Step 10: Connecting the Electronics: Servos and Final Testing

You are now ready to connect the servos to your receiver. With the black/brown wire up connect a servo to channel 2 and one to channel 3. To test these servos power on your transmitter, then plug in the battery and move the control sticks. The servos should move.

You now have a functional set of electronics for a simple plane with throttle, elevator, and rudder. With the included hardware attach the half servo horns and tighten on a screw. You are ready to add a propeller and add these to a plane. In the next section I will discuss various planes that are popular and have good instructions.

Step 11: Good Scratchbuilt RC Planes

Now that your electronics are working I have several recommendations for first planes. Be warned, building these planes will take time to do a good job. The build times will range from 1-10 hours for high quality builds. That said if I had to recommend one place to start with I would recommend FLITE TEST. They have high quality plans and the finished products fly great.

The Nutball: A fun and outrageously simple plane. It takes very little time to repair or rebuild and is easy to fly. Not one of my personal favorites but so simple and effective it has to make the list. It also has detailed build videos on YouTube. It can be found in detail at flitetest.com. BUILD DIFFICULTY: 1 FLIGHT DIFFICULTY: 2

The FT Flyer: Designed by FLITE TEST this plane is very stable and can fly very slowly. About as easy as it gets to fly. It is a great plane to learn on and it is capable of basic aerobatics. It is probably my favorite simple plane. Also easy to repair but it is so sturdy that unless it is a very bad crash it probably won't break. Once again flitetest.com has the plane and more details. BUILD DIFFICULTY: 2 FLIGHT DIFFICULTY: 1

The FT Simple Storch: A great traditional trainer with a true airfoil this plane is the first I list with ailerons. It will be slightly harder to fly but looks nicer and it more capable of acrobatics. A stable flyer I would recommend a 1000mah 3S lipo. It is probably the most durable plane I have recommended yet. Plans and details can be found on flitetest.com. BUILD DIFFICULTY: 5 FLIGHT DIFFICULTY: 4

FT Delta: This plane has elevon control and is a fast and responsive acrobat. Probably the hardest plane to fly I have recommended yet. When you are ready however this plane will be a lot of fun and can really wow with tricks. Plans and details can be found on flitetest.com. BUILD DIFFICULTY: 3 FLIGHT DIFFICULTY: 5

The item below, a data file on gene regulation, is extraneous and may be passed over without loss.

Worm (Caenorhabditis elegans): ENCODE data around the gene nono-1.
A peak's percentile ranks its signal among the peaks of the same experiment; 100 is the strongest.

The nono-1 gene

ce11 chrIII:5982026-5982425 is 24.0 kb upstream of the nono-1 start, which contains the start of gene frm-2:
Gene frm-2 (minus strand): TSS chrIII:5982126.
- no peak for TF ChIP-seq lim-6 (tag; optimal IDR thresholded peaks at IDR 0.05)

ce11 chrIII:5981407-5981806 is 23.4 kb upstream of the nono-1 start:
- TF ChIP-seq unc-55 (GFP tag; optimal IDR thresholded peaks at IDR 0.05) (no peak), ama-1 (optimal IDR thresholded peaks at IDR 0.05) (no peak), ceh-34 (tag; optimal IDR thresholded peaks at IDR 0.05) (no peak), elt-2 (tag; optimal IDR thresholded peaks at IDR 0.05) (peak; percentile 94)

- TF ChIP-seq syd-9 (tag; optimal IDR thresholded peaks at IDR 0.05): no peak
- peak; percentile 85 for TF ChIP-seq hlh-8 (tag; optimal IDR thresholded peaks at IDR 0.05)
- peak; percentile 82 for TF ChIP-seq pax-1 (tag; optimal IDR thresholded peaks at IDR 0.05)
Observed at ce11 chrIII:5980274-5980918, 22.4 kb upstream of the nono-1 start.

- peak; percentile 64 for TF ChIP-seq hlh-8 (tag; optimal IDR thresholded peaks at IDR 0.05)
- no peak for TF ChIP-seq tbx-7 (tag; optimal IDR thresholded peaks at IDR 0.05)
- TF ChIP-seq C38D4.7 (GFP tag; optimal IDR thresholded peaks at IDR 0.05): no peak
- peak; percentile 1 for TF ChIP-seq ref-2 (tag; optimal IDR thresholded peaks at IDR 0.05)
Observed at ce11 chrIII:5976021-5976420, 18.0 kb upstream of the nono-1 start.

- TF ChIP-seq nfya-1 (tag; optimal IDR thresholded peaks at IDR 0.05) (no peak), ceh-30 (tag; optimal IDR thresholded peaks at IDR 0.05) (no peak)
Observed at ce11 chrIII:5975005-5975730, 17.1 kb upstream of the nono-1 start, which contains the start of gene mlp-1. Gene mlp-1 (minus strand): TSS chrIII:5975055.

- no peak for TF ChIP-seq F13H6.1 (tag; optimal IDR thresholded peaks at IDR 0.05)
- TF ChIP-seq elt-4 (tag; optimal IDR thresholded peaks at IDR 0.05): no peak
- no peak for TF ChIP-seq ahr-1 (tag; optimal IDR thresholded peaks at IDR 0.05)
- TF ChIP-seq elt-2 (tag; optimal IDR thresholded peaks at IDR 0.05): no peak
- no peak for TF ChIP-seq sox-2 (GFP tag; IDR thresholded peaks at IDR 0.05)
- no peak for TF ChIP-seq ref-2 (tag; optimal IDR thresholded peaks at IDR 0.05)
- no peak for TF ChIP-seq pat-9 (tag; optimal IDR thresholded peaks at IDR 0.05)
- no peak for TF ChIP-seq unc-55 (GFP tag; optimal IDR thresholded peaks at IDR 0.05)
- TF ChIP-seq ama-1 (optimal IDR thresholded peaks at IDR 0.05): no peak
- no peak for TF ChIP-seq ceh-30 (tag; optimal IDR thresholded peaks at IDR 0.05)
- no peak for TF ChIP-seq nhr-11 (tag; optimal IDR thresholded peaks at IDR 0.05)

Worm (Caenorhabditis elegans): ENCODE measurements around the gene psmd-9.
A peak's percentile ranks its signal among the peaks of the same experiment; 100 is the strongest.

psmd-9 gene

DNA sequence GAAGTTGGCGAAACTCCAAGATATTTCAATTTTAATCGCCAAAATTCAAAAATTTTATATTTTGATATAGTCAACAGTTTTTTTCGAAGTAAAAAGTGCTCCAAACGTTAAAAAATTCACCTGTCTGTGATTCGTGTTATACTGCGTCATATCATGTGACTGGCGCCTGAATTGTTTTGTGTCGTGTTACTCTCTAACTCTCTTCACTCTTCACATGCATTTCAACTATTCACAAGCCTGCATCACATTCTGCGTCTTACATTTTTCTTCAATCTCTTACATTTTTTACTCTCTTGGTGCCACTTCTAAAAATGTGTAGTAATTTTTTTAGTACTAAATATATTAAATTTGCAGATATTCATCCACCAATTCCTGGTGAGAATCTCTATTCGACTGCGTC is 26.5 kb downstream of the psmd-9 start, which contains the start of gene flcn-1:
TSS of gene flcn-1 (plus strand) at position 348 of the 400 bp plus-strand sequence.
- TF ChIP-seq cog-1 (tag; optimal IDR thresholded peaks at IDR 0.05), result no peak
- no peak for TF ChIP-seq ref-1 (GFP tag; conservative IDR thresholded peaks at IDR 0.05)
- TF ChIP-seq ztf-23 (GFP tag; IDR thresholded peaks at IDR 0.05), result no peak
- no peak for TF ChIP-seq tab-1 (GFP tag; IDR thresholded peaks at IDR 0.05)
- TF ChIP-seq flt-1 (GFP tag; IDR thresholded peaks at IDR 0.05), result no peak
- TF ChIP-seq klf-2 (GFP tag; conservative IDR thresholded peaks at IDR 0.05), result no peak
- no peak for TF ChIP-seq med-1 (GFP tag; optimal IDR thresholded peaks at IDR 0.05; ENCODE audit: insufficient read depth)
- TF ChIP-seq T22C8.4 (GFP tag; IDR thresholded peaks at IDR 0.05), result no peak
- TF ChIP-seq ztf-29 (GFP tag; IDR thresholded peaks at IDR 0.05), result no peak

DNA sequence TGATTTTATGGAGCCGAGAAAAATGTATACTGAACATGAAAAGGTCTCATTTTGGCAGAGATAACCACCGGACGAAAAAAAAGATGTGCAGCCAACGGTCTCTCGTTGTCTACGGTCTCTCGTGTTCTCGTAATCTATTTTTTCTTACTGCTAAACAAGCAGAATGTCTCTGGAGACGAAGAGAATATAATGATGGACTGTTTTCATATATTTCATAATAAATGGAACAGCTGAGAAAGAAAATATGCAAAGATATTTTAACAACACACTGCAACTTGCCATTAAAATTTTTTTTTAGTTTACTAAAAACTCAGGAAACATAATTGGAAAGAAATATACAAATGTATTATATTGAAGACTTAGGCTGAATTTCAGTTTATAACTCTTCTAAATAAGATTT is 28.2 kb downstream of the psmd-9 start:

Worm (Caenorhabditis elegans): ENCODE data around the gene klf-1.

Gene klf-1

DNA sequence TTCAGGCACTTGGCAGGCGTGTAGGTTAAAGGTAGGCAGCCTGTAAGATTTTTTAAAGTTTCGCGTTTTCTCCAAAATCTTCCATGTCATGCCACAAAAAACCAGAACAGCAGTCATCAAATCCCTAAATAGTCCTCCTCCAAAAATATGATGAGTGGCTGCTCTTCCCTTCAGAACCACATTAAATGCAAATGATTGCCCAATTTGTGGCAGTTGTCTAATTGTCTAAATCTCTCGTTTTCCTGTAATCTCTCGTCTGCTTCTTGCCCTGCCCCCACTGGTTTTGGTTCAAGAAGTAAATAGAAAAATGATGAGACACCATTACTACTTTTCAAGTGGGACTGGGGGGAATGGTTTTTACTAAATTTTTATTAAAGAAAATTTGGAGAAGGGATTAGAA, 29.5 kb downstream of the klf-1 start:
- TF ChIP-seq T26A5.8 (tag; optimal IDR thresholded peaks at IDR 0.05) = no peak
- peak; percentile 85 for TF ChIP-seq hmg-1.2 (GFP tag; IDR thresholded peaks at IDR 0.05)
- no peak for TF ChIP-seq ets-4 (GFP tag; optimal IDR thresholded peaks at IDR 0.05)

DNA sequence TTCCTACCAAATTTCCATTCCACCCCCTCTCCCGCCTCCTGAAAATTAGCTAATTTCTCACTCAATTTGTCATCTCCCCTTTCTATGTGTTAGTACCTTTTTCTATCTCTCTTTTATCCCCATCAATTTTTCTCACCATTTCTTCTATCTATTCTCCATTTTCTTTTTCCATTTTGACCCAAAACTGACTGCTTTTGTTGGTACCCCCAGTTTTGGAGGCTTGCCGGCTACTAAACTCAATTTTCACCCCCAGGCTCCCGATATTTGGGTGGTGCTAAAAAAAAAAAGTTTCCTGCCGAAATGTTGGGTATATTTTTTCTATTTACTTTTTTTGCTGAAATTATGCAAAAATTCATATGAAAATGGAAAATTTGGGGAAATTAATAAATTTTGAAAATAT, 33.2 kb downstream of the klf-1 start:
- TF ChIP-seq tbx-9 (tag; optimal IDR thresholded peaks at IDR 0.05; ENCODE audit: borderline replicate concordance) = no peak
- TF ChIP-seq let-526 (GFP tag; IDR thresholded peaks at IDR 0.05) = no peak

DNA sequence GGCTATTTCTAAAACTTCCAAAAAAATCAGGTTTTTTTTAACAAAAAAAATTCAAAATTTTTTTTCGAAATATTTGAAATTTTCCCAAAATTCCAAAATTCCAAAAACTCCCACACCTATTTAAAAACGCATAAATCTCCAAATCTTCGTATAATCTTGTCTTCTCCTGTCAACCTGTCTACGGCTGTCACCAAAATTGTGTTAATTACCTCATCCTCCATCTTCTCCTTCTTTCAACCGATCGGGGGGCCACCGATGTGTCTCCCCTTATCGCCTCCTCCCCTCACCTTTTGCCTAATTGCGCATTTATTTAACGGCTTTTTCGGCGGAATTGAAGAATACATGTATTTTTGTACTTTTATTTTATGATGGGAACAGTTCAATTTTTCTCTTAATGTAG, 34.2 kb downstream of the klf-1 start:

Step 12: Closing Remarks

I am not liable for any damage you cause to property, people or anything else. Don't be stupid. Be safe.

Step 13: Have Fun!!!

Good Luck!

<p>This was a very helpful introduction! Thanks.</p>
<p>Thanks, I got a knowledge on Basic requrements for this project.</p>
<p>Great intro for newbie like me. Thanks. I purchased a $10 foam glider from Hobby Lobby. I plan on converting it to RC by adding ailerons, elevator, rudder, and motor. It has a 48&quot; wing span. Any recommendation for motor size in grams?</p>
I'd recomendation a motor that's about 50 grams assuming that you're going to be using a battery comparable to a 3S 2200.
<p>Great spelling in that first coment, I'd recommend a motor not recomendation it.</p>
<p>thanks a lot for your helpful description. I've built 3 models with form boards. </p>
Hi bro can I ask what type of plane is on the picture? The one with blue paint and pusher propeller?
An AXN floater jet
<p>i gess you buy it it's not like a home made plane !!!</p>
<p>is there anywhere else i can put the servo other than #3 i have my esc there and the other ones wont work for the esc</p>
You can put the servo in any receiver port as long as your radio works with it in that port.

About This Instructable



Bio: I love RC Planes
More by remzak:Foamboard RC Glider A Guide to RC Basics and Where to Start (Building Your First RC Plane)